Product Reviews

VS Toolbox: Free Tools You Need

Not every valuable tool has to cost you money. Here are three free tools that you should add to your copy of Visual Studio.

Our goal in reviews is to make sure that you don't spend money on something you don't want. We focus on tools you have to pay for. For a change, I decided to take a moment to look at three free tools that can help you be more productive.

Some tools are cut-down versions of commercial products, yet still manage to offer serious value. dynaTrace's Ajax Edition is a free version of their multi-tier enterprise tool, limited to tracing JavaScript execution in Internet Explorer. If you're trying to figure out why your client-side code has sluggish execution, this is a critical tool. My only complaint is that dynaTrace Ajax Edition is a standalone tool that doesn't integrate with Visual Studio. For more on the tool, check out the ToolTracker blog entry on Installing with dynaTrace's Free Ajax Edition.

Other free tools lack a commercial counterpart. Case in point is Smart Paster, which adds a "Paste As" menu choice to your editor's popup menu. I often paste strings into my applications and then have to format them into the inputs to a String constant or a StringBuilder object. Smart Paster takes care of both activities for me.

I do have a couple complaints with the tool. First, the options I want are on a submenu -- I use them often enough that I want the choices right on the main popup menu. Second, Smart Paster's installation isn't as clean as I would like. Check out the ToolTracker blog entry entitled Making Life Easier with Smart Paster for direction on how to successfully install the package.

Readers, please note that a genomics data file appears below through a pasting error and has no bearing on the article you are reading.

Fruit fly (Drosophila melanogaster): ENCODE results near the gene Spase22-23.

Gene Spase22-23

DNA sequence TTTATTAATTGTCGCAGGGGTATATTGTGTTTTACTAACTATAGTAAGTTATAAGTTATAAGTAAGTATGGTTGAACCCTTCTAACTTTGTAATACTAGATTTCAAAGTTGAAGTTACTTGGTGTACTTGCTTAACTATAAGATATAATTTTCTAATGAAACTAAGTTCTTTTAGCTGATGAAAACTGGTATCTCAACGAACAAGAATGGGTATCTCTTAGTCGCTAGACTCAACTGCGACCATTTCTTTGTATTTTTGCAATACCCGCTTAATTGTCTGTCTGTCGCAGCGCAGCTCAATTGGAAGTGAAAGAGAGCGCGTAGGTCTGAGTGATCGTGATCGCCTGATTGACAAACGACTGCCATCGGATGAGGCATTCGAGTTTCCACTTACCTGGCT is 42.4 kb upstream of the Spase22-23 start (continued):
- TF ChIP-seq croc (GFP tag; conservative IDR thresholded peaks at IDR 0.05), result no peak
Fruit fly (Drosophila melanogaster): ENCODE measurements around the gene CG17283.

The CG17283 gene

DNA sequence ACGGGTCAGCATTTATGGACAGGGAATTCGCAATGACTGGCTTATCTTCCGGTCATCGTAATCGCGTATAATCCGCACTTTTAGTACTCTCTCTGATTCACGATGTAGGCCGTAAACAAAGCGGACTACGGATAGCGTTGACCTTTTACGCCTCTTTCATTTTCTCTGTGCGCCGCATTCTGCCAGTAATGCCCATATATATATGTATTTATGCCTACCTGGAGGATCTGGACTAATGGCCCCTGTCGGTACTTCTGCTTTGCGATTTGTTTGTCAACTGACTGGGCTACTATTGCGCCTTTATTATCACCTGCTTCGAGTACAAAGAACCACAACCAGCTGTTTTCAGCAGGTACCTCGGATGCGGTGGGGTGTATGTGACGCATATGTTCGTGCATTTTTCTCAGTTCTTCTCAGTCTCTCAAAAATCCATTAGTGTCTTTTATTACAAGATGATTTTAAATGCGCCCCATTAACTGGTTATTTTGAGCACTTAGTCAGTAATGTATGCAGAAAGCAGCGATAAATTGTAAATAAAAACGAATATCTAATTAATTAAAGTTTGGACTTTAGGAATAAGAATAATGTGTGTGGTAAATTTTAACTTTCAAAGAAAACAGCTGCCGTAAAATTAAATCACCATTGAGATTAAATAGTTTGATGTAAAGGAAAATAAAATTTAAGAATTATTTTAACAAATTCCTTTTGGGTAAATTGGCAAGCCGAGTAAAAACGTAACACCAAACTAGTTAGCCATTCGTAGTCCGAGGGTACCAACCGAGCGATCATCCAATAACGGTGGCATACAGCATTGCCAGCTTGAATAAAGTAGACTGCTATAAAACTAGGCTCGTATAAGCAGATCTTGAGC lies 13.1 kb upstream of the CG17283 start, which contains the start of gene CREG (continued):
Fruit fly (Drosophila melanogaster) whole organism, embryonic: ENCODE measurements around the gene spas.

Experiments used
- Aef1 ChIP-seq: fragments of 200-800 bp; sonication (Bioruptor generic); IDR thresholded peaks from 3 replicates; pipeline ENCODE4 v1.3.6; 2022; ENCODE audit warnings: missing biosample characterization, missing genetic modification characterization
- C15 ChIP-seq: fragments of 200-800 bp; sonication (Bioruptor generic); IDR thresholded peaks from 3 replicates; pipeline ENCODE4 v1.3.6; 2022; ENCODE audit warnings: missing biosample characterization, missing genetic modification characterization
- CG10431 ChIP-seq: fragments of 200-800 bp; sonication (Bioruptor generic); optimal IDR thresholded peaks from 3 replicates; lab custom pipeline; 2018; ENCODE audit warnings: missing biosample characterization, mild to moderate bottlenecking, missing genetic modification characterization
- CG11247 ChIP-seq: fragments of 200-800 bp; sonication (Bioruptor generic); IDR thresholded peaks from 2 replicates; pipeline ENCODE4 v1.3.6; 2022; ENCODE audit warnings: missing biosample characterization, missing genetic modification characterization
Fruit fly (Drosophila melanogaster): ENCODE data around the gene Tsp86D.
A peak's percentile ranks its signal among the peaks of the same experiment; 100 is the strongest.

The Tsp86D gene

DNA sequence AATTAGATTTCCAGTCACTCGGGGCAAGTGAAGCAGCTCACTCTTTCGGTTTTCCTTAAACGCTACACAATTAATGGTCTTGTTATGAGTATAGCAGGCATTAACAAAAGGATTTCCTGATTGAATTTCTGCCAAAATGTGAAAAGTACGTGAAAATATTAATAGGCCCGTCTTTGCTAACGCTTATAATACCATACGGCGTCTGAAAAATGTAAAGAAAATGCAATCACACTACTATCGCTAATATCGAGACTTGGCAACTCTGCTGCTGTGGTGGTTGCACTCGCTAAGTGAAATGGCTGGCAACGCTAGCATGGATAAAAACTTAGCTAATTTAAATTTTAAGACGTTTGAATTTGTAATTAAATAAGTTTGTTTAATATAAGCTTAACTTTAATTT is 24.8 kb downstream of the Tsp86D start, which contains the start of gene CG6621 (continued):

Still other tools take care of jobs you don't like. Documentation is a pain, yet it makes managers (and clients) happy. Ghost Doc looks at your class members and generates default documentation with a key press. Ghost Doc cleverly decodes member names to generate something like English (e.g. "AssignTagToSite" becomes "Assigns Tag to Site"). You can modify the rules to improve the results. After a while, you'll likely start giving your methods names that work well with Ghost Doc. Ghost Doc had the slickest installation package: A real MSI that comes complete with installation options.

You can find some more commentary on documentation at the ToolTracker blog, under Generating Default Documentation with Ghost Doc.

You need these tools. And it's not like they'll cost you anything

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About the Author

Peter Vogel is a system architect and principal in PH&V Information Services. PH&V provides full-stack consulting from UX design through object modeling to database design. Peter tweets about his VSM columns with the hashtag #vogelarticles. His blog posts on user experience design can be found at http://blog.learningtree.com/tag/ui/.

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